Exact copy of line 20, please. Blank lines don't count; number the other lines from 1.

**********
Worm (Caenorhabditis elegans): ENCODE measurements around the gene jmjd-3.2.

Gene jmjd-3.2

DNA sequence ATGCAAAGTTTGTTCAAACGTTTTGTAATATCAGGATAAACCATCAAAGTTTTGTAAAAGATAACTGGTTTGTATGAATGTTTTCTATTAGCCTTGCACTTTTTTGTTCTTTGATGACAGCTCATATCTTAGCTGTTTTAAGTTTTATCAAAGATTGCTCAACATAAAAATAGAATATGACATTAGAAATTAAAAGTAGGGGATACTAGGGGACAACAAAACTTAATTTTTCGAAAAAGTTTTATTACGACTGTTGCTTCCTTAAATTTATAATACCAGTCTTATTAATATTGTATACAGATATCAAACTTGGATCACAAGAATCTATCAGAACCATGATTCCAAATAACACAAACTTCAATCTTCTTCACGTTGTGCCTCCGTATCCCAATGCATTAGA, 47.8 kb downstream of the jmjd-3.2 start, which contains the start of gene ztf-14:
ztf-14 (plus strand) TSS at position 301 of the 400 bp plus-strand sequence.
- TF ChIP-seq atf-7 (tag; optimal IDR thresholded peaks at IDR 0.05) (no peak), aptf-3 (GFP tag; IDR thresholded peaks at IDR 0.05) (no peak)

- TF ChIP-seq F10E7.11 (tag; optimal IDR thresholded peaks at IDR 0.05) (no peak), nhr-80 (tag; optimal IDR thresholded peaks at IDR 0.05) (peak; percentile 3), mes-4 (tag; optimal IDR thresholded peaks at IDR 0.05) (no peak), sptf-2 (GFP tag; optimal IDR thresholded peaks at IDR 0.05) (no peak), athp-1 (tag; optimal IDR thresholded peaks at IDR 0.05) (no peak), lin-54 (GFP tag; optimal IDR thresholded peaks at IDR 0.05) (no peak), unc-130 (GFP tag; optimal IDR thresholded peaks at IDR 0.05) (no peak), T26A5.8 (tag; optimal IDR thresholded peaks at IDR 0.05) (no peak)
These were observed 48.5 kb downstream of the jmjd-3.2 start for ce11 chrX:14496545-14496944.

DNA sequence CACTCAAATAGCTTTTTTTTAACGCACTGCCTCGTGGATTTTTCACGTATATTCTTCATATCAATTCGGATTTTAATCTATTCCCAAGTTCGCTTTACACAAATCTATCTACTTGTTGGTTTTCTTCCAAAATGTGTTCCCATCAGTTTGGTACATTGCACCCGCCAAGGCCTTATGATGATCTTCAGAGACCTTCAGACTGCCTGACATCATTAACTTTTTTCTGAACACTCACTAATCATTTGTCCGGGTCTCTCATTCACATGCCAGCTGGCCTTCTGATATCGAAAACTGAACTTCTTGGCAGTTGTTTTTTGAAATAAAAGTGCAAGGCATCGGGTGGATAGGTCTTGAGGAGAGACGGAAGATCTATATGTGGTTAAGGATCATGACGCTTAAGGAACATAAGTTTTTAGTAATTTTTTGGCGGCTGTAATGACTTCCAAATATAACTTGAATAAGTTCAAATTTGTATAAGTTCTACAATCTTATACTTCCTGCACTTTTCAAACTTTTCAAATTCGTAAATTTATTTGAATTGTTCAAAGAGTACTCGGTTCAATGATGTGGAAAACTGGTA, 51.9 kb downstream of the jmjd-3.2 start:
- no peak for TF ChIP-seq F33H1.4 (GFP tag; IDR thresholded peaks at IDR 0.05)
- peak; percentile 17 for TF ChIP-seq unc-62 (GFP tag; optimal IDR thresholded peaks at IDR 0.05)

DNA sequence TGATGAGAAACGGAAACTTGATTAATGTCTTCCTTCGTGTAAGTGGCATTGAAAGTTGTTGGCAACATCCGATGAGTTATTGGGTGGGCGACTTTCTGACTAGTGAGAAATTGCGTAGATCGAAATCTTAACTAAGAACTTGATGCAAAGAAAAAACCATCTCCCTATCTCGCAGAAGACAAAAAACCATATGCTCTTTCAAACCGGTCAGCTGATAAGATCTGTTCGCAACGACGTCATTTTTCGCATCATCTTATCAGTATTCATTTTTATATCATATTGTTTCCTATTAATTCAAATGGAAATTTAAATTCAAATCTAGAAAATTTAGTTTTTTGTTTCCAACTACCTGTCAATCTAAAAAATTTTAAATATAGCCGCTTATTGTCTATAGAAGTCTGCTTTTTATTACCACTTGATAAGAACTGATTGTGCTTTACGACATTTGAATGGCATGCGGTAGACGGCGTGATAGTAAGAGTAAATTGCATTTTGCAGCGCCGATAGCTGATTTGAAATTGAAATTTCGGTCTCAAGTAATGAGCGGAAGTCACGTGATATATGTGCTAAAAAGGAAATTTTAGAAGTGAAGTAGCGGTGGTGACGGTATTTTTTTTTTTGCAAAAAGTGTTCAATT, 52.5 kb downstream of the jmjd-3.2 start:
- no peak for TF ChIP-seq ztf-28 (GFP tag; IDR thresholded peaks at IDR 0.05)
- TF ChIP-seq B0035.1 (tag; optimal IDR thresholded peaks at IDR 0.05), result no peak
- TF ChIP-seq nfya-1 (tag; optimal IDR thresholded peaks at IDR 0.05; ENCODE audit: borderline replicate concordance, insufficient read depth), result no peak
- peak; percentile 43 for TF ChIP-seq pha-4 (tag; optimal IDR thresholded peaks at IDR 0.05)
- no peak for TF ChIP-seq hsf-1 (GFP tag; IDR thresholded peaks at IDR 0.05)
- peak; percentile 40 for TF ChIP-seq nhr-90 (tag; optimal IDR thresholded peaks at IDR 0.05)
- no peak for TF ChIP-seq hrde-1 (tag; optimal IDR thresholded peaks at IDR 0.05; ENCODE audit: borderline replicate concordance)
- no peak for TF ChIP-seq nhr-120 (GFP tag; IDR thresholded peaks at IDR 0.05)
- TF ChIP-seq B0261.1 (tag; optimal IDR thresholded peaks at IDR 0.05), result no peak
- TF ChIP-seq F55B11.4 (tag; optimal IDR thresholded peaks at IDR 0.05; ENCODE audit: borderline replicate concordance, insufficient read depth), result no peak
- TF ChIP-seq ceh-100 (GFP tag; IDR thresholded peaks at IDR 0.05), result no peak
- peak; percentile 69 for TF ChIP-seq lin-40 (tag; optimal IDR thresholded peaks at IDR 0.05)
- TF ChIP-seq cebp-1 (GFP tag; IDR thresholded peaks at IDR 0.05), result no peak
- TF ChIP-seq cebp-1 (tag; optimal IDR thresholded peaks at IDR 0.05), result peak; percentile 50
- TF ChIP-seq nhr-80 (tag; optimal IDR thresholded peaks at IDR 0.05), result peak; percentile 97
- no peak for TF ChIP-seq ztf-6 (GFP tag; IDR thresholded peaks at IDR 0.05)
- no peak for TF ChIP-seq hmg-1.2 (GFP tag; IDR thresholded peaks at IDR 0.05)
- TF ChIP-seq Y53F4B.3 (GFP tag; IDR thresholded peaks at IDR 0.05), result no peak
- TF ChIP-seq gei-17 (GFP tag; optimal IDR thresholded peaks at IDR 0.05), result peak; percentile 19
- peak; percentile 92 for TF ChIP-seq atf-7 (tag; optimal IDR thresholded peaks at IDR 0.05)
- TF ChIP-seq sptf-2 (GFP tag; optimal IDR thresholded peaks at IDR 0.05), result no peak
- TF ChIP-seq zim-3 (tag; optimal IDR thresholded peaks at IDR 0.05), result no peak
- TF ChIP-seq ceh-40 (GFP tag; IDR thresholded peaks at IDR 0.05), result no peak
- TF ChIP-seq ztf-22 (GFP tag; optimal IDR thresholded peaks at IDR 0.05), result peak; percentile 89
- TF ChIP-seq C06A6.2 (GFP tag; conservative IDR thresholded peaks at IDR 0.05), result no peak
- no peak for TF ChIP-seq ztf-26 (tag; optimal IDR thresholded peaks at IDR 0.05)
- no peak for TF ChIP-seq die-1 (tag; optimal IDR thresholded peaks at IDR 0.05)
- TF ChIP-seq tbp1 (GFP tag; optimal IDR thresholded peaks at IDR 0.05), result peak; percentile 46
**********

- TF ChIP-seq B0261.1 (tag; optimal IDR thresholded peaks at IDR 0.05), result no peak